Table 7. Comparison between survived and non survived neonates according to maternal general characteristics.

NVD: normal vaginal delivery; CS: caesarean section; IQR: interquartile ration; PROM: premature rupture of membrane.

Table 8. Comparison between survived and non survived neonates regarding complication of mechanical ventilation and outcome.

BPD: broncho pulmonary dysplasia; VAP: ventilator associated pneumonia.

Table 9. Comparison between survived and non survived neonates regarding complication related to Disease and outcome.

5. Discussion

As regard the general characterization of studied neonates, 110 neonates included in our study 64 (58.2%) were predominance with high male sex affection while the rest 46 (41.8%) were females Our findings are in agreement with Hossain et al. (2009) who included 51 very sick neonates who required mechanical ventilation. among the ventilated neonates 58.8% were males and 41.2% were females and male female ratio was 1.42:1 [7].

Our findings are lower than the results of study done by Sultana et al. (2020) who found predominant male gender among ventilated neonates with 69.8% male and 30.2% female in agreement with our results (male predominance) [9].

This male gender preference could be explained by the higher incidence of respiratory distress syndrome in males than females due to the effect of testosterone on surfactant production (Baseer et al., 2020) [10].

On the other hand, Torres-castro et al. (2016) found that females were 51% while males 49% among ventilated neonates in their study. This contradiction could be explained by difference in methodological techniques, inclusion and exclusion criteria of those studies or difference in the study sample [11].

Regarding gestational age distribution, full term neonates were 50 (45.4%), early preterm 18 (16.3%), and late preterm 42 (38.18%) in accordance to our findings, Trividi et al. (2009), found that out of mechanically ventilated studied neonates (16%) were early preterm, (30%) were late preterm, (54%) were full term. In disagreement with our results, the results of the study done by Sultana et al. (2020) who found that out of mechanically ventilated studied neonates (20.8%) were full term (79.2%) were preterm and Torres-castro et al. (2016), out of mechanically ventilated studied neonates only (13%) were full term and (40%) were early preterm, (47%) were late preterm [11] [12].

These findings reflect the negative association between gestational age and the need for mechanical ventilation. This could be explained by immature lung and poor production of surfactant that increase the risk for RDS and BPD among those with lower gestational age [13].

Regarding birth weight categorization among our studied mechanically ventilated neonates, 46 (41.8%) were Normal birth weight, 27 (24.5%) were Low birth weight, 33 (30%), were very low birth weight and 4 (3.6%) were extremely low birth weight. These findings indicate that the lower birth weight the more susceptibility to require mechanical ventilation. This could be explained by the high rate of preterm infants included in our study.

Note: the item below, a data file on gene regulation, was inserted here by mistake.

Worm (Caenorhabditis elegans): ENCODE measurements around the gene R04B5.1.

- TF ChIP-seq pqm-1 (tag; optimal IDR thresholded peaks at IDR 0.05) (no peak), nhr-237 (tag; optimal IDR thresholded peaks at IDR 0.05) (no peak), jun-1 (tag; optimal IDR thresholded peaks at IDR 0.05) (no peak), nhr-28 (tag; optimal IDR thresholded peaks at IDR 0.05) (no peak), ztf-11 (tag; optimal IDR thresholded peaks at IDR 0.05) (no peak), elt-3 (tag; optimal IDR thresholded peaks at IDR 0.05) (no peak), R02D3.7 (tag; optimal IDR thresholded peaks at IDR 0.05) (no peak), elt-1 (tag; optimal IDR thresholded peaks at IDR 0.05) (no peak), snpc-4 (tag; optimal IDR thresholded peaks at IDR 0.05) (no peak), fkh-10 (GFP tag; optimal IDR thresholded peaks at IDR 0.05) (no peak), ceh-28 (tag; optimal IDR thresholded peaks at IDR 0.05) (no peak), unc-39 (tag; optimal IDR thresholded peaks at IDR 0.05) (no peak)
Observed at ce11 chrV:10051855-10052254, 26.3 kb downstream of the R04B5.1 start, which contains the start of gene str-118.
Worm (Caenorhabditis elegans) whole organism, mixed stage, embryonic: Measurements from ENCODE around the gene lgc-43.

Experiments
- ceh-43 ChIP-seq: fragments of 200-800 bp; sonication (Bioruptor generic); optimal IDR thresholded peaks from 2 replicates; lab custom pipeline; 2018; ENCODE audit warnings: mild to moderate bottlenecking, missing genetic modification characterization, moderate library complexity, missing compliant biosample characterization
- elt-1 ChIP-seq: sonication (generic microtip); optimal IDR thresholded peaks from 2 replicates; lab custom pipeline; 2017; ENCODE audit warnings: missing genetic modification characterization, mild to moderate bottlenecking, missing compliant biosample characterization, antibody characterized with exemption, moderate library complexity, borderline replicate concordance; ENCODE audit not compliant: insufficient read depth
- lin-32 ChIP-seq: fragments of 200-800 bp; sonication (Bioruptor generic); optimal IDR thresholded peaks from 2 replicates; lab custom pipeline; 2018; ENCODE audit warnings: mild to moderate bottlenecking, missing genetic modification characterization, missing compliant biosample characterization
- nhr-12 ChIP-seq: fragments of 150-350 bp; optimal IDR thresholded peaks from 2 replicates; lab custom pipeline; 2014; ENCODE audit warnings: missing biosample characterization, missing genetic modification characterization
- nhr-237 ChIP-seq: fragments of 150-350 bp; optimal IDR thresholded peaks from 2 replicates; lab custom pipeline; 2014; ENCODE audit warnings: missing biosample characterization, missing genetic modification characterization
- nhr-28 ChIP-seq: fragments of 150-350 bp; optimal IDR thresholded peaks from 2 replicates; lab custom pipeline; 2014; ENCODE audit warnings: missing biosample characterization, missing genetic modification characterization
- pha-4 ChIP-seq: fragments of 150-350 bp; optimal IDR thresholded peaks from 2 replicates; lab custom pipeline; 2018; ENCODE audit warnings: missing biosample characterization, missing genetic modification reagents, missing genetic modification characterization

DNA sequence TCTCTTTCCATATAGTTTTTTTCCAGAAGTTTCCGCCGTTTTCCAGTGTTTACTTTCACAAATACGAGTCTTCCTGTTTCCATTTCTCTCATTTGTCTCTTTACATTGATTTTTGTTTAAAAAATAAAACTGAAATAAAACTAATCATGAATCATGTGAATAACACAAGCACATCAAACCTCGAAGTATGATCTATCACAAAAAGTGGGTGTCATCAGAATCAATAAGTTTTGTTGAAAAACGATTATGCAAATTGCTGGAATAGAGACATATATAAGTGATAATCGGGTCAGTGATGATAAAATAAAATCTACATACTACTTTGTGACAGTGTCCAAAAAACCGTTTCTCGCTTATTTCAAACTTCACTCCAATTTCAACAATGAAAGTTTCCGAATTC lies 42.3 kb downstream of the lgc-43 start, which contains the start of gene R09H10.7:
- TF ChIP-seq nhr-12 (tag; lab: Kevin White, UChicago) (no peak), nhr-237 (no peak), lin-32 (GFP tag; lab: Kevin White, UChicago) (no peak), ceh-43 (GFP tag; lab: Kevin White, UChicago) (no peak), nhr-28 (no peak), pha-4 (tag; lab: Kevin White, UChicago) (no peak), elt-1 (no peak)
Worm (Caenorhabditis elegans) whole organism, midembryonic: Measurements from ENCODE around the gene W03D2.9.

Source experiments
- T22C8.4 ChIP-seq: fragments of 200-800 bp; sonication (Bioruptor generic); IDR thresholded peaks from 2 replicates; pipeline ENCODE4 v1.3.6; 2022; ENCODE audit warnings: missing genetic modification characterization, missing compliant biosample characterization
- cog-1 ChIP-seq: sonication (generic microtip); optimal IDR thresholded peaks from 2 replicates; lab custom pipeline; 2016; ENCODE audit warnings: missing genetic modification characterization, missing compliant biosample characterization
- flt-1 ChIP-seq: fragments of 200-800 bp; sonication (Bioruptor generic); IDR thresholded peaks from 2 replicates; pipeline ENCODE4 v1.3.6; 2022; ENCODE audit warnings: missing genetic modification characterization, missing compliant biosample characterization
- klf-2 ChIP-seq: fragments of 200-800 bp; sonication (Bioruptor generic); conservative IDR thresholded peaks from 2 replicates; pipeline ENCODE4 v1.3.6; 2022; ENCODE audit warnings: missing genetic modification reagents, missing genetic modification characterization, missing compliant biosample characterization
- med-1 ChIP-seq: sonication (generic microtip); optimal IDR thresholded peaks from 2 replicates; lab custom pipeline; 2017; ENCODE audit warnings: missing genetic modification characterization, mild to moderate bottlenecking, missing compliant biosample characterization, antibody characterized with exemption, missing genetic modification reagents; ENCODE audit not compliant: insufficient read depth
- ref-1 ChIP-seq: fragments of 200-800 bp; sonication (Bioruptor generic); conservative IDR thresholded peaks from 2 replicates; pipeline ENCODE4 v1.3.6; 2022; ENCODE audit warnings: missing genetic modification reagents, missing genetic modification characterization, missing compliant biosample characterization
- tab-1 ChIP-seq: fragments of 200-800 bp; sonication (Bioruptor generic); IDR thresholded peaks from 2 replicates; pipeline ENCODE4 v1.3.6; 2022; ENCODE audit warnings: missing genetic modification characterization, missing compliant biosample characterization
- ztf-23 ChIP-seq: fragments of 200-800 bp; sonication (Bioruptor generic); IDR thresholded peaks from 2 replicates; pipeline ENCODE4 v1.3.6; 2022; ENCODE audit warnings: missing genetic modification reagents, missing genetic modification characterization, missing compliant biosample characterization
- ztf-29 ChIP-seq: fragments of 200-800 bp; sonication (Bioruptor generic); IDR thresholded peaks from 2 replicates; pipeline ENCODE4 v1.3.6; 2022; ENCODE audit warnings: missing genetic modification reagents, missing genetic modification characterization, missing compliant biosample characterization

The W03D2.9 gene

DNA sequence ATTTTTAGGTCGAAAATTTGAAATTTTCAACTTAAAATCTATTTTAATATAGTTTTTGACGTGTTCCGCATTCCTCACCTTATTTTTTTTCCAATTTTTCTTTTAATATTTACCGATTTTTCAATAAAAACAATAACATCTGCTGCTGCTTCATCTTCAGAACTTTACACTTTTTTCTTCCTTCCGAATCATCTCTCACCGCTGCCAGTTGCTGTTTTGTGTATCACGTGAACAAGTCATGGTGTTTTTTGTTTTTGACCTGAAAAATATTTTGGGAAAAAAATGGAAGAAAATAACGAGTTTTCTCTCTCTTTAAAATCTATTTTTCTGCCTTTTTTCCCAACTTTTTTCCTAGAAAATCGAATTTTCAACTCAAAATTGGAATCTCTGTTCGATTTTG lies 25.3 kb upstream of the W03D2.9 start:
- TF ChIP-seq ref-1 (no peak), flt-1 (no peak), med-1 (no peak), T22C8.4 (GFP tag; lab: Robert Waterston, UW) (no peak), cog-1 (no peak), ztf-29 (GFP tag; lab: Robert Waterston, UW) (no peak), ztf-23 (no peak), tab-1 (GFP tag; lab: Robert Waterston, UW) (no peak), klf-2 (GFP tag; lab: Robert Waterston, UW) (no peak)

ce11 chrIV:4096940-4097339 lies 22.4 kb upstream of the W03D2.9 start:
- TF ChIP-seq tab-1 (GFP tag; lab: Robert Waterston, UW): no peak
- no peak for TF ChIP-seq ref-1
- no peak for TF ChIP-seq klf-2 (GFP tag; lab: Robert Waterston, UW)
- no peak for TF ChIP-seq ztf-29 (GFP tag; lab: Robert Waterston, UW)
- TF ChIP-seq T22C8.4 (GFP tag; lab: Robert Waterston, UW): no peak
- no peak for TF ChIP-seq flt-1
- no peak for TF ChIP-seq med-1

And this is in agreement with Sultana et al. (2020) who found that among mechanically ventilated neonates 20.8% were normal birth weight and 79.2% were low birth weight.

And in agreement also with Torres-Castro et al. (2016) who found 21% were normal birth weight, 79% low birth weight among mechanically ventilated neonates [9] [11].

As regarding disease pattern of mechanically ventilated neonates. The most common indication for mechanical ventilation in the studied cases was respiratory distress syndrome 33 (30%) neonates, congenital pneumonia 18 (16.4%), sepsis 18 (16.4%), apnea 10 (9%), perinatal asphyxia 8 (7.2%), congenital Heart diseases 7 (6.4%), persistent pulmonary hypertension 7 (5.5%), air-leak syndrome 6 (5.5%), and the least presentation was meconium aspiration syndrome 4 (3.6%).

In the study by Iqbal et al. (2015) about indications and outcome in Neonatal mechanical ventilation. A Total of 300 ventilated neonates were included in the study. They reported that, Among 300 ventilated neonates. Respiratory distress syndrome (31.1%), sepsis (22.7%), and birth asphyxia (18%) were the most common indications for ventilation which is consistent with our results [3].

Also, Sultana et al. (2019) study assessed the outcome of Neonates Requiring Mechanical Ventilation. They found that commonest initiation of mechanical ventilation was refractory apnea (35.8%) followed by respiratory distress syndrome (20.8%), congenital pneumonia (18.9%), perinatal asphyxia (15.1%), meconium aspiration syndrome (3.8%), TTN (1.9%) and meningitis (3.8%). Which is also consistent with our results [9].

Similar to our findings, Torres-Castro et al. (2016) and Monsef et al. (2019) reported that the most common indication for mechanical ventilation in NICU was respiratory distress syndrome that represent (66%) and (58.9)% of mechanically ventilated neonates respectively [11] [14].

As regard complication of mechanical ventilation and disease related complications among the studied neonates. Complications related to mechanical ventilation occurred in (41.8%) of studied neonates. Ventilator associated pneumonia occurred in (19.1%) patients, devices associated blood born infection (11.8%). broncho pulmonary dysplasia (4.5%), Air-leak syndromes (3.6%), extubation failure (2.7%).